Does drinking apple cider vinegar really make you healthier?

There are many claims that apple cider vinegar is a cure-all for many ailments. What does the science show?

Some studies have found that acetic acid, which is in vinegar and gives it it’s distinctive taste and smell, may help with some conditions.

A study of 155 obese adults showed that patients who drank 1-2 tablespoons of apple cider vinegar a day reduced their weight, body fat percentage, and triglycerides.

One small study of 11 patients with “pre-diabetes” showed that drinking one tablespoon of apple cider vinegar after eating  a meal lowered the blood sugar for 30-60 minutes, compared to patients who drank a placebo.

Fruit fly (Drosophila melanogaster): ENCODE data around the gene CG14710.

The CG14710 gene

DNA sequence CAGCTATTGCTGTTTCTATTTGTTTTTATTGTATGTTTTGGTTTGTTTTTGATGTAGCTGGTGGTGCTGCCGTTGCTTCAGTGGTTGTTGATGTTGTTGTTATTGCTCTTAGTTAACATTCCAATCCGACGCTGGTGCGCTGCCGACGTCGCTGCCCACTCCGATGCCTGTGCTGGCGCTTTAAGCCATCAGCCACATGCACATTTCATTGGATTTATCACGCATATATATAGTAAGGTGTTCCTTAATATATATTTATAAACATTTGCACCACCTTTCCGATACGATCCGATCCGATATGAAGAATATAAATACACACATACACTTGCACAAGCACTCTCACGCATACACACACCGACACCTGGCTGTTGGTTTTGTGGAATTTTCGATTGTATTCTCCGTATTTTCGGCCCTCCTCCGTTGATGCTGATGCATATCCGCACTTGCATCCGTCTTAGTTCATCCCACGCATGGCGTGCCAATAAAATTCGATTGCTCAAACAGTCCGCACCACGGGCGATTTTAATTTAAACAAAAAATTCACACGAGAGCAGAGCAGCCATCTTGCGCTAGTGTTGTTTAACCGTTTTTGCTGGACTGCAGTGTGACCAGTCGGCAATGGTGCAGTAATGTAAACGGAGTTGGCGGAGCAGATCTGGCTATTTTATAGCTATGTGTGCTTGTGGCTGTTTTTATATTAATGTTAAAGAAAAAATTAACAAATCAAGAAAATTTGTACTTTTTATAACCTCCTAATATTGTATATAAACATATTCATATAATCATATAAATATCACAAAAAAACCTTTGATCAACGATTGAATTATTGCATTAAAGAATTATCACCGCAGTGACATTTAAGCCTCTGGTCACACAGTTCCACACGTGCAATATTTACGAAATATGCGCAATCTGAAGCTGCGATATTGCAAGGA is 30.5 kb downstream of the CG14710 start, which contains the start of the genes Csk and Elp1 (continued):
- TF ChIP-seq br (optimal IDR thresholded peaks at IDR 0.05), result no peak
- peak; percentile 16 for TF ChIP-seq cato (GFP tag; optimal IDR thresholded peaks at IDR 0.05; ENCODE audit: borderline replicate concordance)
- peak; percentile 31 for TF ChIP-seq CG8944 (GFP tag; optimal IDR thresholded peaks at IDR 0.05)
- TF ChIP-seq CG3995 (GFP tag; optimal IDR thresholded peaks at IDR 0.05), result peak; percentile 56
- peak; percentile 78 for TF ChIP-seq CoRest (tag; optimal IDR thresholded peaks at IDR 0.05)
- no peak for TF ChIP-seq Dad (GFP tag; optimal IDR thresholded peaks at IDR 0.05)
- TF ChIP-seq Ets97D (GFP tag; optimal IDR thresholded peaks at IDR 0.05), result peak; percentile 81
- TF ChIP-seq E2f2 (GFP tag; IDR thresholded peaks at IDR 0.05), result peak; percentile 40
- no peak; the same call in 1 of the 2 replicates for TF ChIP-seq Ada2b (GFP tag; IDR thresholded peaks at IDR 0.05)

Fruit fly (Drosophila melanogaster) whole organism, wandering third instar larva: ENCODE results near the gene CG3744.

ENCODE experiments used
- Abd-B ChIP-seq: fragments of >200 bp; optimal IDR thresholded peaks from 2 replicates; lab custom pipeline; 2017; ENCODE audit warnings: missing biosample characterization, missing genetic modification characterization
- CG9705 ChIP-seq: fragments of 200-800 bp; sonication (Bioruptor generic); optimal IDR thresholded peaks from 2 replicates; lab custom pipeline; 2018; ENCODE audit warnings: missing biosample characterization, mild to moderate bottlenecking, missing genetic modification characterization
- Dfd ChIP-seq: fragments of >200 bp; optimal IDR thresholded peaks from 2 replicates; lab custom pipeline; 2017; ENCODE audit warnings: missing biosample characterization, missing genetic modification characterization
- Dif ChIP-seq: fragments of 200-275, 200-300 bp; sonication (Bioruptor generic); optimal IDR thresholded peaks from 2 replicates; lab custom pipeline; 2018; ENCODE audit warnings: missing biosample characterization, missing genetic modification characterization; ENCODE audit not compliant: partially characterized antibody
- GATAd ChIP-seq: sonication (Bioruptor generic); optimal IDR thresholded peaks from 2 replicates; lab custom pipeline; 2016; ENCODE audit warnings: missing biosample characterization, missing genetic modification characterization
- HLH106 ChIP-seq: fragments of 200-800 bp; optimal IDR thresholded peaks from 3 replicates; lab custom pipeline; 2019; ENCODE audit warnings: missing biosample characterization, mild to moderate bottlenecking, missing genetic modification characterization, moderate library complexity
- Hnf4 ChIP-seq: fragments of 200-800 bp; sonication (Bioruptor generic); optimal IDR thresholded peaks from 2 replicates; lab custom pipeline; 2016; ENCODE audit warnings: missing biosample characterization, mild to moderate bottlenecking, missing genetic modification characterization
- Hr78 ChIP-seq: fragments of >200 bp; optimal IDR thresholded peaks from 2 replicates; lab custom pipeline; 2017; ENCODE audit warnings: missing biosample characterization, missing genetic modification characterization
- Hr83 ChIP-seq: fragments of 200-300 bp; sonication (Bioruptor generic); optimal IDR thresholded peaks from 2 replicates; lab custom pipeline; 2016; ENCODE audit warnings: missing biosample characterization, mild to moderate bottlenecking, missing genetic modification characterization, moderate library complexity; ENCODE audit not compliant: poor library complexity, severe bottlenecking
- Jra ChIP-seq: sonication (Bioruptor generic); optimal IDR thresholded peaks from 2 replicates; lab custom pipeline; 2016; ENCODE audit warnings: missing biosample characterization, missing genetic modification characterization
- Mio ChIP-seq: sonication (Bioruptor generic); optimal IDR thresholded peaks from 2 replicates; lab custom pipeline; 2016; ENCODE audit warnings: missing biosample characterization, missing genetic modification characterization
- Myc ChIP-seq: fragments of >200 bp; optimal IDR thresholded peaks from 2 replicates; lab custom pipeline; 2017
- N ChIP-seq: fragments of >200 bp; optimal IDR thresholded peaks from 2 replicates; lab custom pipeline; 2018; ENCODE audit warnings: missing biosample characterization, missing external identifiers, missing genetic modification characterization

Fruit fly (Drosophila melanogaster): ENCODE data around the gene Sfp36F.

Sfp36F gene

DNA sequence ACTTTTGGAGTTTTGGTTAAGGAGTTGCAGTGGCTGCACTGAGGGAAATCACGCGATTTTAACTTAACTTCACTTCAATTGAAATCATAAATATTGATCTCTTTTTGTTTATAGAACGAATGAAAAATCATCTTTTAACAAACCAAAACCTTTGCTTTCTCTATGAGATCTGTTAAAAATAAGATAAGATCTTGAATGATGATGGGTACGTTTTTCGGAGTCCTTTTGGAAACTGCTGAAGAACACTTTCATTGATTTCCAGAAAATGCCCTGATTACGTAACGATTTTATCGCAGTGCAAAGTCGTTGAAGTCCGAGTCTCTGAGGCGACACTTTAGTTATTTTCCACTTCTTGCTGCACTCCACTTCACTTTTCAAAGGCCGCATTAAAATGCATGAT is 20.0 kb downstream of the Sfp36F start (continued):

Vinegar also contains polyphenols, which are antioxidants that may help avoid cell damage from other diseases such as cancer. However more studies are needed to support its use in this situation.

Are there risks of drinking apple cider vinegar? It is an acid, so could possibly damage teeth, or cause irritation to the throat and stomach. In large doses it may affect electrolytes such as potassium level or interfere with medication levels.


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